Startled, the first of the armed men charges. He crumples to the ground not six feet away thanks to a concealed knife and a good throw straight to the forehead. The remaining two aren’t so hasty and take cover as their target charges into cover.
“I should have brought MOAR KNIVES,” quips the agent as he gathers his bearings behind crates of undetermined origin. The masked assailants split behind cover but a fallen lamp reveals their shadows and intentions. The agent, with only two bullets left, knows what he has to do. He remembers the gas main on the wall as he entered the room, one of the goons is about to pass it.
Like a flash he reveals himself, delivers a bullet and conceals himself once more. The explosion would startle a mere mortal but our hero shakes it off, ready for the final opponent. Not as shaken or panicked as the agent had planned the final grunt charges and is closer than expected. The grunt’s trigger finger tightens too late and before he even knows what’s going on he’s on the floor, face bloodied, without a thought in his head.
Fade to black - A typical heavily choreographed cut scene that could be from any number of cookie cutter shooters. When the game returns the lead character picks up the attacker’s gun as the camera circles around and behind, the game is finally back.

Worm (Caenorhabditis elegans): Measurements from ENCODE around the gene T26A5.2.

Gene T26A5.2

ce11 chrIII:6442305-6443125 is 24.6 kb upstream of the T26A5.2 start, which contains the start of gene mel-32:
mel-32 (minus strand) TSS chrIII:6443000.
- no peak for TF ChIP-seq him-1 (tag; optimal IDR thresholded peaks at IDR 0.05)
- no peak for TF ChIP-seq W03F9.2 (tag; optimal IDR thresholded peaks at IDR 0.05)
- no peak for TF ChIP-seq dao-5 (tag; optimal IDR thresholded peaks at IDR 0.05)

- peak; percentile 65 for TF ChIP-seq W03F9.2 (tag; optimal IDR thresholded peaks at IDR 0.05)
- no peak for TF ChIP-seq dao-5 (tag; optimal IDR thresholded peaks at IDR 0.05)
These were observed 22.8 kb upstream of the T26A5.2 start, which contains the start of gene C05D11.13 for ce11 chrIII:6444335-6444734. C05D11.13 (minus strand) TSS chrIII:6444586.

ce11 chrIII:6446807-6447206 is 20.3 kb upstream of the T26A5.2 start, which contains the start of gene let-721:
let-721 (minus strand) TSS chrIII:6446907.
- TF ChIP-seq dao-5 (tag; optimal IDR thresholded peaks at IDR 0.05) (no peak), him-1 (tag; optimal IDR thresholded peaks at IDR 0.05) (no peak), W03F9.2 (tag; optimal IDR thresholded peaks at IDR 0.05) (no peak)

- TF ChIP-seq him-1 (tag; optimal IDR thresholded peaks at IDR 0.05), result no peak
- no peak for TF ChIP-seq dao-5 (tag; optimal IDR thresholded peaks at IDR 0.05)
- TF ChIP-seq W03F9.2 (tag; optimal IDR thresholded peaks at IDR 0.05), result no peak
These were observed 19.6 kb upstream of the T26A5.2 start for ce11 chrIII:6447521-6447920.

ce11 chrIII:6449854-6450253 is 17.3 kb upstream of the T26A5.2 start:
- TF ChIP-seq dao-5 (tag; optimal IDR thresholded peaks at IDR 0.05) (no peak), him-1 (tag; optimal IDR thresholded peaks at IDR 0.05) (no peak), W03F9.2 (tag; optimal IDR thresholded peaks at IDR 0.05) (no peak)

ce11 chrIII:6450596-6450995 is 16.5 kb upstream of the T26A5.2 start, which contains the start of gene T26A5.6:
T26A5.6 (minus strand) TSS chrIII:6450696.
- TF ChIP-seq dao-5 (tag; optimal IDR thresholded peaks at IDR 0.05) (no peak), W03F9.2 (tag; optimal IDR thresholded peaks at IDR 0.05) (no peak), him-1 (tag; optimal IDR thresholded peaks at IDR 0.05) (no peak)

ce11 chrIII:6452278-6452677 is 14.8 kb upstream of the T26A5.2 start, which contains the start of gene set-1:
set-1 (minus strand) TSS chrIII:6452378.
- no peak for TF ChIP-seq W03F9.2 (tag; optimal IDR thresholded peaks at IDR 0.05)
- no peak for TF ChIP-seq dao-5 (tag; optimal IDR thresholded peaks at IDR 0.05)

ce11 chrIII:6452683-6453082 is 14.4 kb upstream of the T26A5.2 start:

Springing forward the player is caught briefly on a crate before ploughing into either side of a ladder on the opposite side of the room. Slowly repositioning his character, the player edges forward little by little until he hits the ladder at just the right angle to make him ascend.
Gone is the badass taker of names, replaced with little more than a puppet. Shoot, crouch, jump, punch, aim. These are the only tools of the so called super-spy. I’m looking at you Snake
Seeing my character in a cut scene doing something I can’t possibly replicate in the actual game has been a grievance of mine for years. The idea of being a character and inhabiting their world appeals to me as it does to most gamers. It’s the escapism we crave in a truer form than books or films can provide.
So when I see my character in a CG-rendered scene bouncing off the walls and doing the kind of things ninjas train years for, it’s always a little jarring when relative reality crashes back down and my on-screen avatar no longer knows how to get past a chest-high wall.